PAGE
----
Insights Blog

How Does Your International Voice Quality Measure Up to Consumer Expectations?

Posted by Martin Jansson on May 5, 2017 Topics: Mobile Operators, quality testing

Connected_people_sized.jpgMobile networks cover over 55% of the global population, on track to reach over 73% by 2020. But for increasingly mobile consumers, it’s not enough to just have a mobile connection. The connection has to be clear, and it has to work around the world.

Mobile operators have heard the consumer demand and are moving to an infrastructure better suited to boosting and maintaining international voice call quality. While over 150 operators offer High Definition (HD) voice, they still need to be able to support standard definition calls and older network infrastructures.

An IP Multimedia Subsystem (IMS) framework supports HD and LTE calls, but what about calls that leave the IMS framework and hit any one of the myriad networks that still run on circuit switch technologies? Because IMS uses packet switched networks and the two technologies don’t always communicate well, the risk of quality problems and bad service increases.

That’s why quality testing is needed more than ever. But how quality is defined can be a challenge for most operators.

Operators and carriers measure quality of service (QoS) in various ways: via transport parameters (round-trip delay, packet loss, jitter) or via service parameters (voice quality, ALOC, and ASR, among others). While each measure has its own merits, voice quality testing, measured by mean opinion score (MOS), is one of the most important.

It’s also one of the most difficult to measure. MOS is subjective, and as such, it’s difficult to confirm the actual quality. MOS was originally ranked by trained experts on a 1-5 scale, with 1 being the best quality. Today, it’s determined by analytics and algorithms. But to make international voice testing more complicated, there are several standards used within an MOS framework to assess quality (PESQ/POLQA, P.563, E-Model, and P.564).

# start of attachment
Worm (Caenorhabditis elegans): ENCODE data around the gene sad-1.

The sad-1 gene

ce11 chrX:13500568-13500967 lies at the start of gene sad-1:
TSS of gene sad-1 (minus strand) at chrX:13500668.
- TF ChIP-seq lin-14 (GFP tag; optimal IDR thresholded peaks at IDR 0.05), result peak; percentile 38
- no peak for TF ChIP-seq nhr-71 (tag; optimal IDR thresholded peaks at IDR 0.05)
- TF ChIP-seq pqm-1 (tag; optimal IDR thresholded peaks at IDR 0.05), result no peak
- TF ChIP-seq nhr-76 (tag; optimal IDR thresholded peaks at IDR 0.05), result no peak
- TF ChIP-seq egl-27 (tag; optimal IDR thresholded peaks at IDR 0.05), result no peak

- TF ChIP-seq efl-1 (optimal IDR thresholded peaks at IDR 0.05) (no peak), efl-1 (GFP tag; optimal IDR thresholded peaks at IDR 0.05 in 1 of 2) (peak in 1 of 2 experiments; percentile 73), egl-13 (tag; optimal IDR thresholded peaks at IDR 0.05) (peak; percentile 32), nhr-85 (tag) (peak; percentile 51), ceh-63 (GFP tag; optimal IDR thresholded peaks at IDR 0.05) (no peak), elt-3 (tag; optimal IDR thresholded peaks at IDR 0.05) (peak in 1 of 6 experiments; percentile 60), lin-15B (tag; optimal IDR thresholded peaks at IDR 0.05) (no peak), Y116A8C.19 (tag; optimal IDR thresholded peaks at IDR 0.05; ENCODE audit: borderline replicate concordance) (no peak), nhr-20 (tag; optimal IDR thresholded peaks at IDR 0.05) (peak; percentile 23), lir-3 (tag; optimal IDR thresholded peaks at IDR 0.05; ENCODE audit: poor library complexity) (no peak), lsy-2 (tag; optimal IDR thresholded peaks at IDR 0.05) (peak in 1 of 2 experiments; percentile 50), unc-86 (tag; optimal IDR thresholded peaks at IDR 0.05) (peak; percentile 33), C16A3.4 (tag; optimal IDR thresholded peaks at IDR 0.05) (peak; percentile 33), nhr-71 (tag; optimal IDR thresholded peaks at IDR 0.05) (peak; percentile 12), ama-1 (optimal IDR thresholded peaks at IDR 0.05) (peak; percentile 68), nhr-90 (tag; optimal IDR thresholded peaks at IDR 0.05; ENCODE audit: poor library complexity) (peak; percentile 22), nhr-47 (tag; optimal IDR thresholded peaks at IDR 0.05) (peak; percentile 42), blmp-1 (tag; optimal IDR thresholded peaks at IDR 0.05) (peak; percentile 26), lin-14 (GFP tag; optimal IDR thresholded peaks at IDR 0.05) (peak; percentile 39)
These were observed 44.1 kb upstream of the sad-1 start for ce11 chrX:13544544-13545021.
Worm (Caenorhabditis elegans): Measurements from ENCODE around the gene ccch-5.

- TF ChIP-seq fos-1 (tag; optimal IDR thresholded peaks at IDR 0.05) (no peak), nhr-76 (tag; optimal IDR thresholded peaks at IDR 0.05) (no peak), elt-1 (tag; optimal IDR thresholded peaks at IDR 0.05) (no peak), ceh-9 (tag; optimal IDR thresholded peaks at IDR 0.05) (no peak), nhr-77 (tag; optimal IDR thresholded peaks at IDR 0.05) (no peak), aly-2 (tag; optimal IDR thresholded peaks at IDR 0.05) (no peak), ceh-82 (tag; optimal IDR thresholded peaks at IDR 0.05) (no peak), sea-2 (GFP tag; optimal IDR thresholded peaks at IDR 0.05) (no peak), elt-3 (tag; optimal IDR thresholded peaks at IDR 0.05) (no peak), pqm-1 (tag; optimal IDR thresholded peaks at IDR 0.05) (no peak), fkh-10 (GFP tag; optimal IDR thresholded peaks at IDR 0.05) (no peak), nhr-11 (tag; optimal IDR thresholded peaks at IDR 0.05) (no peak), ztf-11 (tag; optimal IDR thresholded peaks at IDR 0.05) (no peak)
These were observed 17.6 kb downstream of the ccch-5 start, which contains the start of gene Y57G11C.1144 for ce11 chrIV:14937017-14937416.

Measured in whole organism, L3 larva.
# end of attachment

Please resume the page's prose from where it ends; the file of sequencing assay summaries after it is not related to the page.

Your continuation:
While each method has its own strengths and weaknesses, PESQ/POLQA provide the most accurate testing result. (Note: Whatever method you end up using, be sure to stay consistent). First, PESQ/POLQA provides end-to-end testing, fully representing the user experience. Carriers and operators have full control of the testing scope and can reproduce results, leading to the most accurate and consistent MOS scores. And, during the transition to an all-IP environment with mixed circuit switched and packet switched technologies, active testing with test probes makes the call transparent to the transport network.

Being able to confirm quality is especially important in the transition to IP networks that support international voice. Existing and emerging international voice services like international VoLTE and HD voice require a strong quality testing foundation based on MOS. They also require a strong IPX network to facilitate a seamless global platform for SD and HD voice. HD voice introduces additional routing complexity, and there’s a need for increased awareness and transparency surrounding quality.

The world is more connected than ever, but quality connections can’t be made without strong quality testing. The transition to an all-IP environment introduces technical challenges and securing the quality in this environment is central. Having the right solutions in place assures quality, wherever your customers may roam.

To learn more about CSG’s approach to quality testing, CLI verification, FAS detection and testing services for SMS and roaming, please visit http://info.csgi.com/assure

Martin Jansson

Martin is a Director of Product Management at CSG International.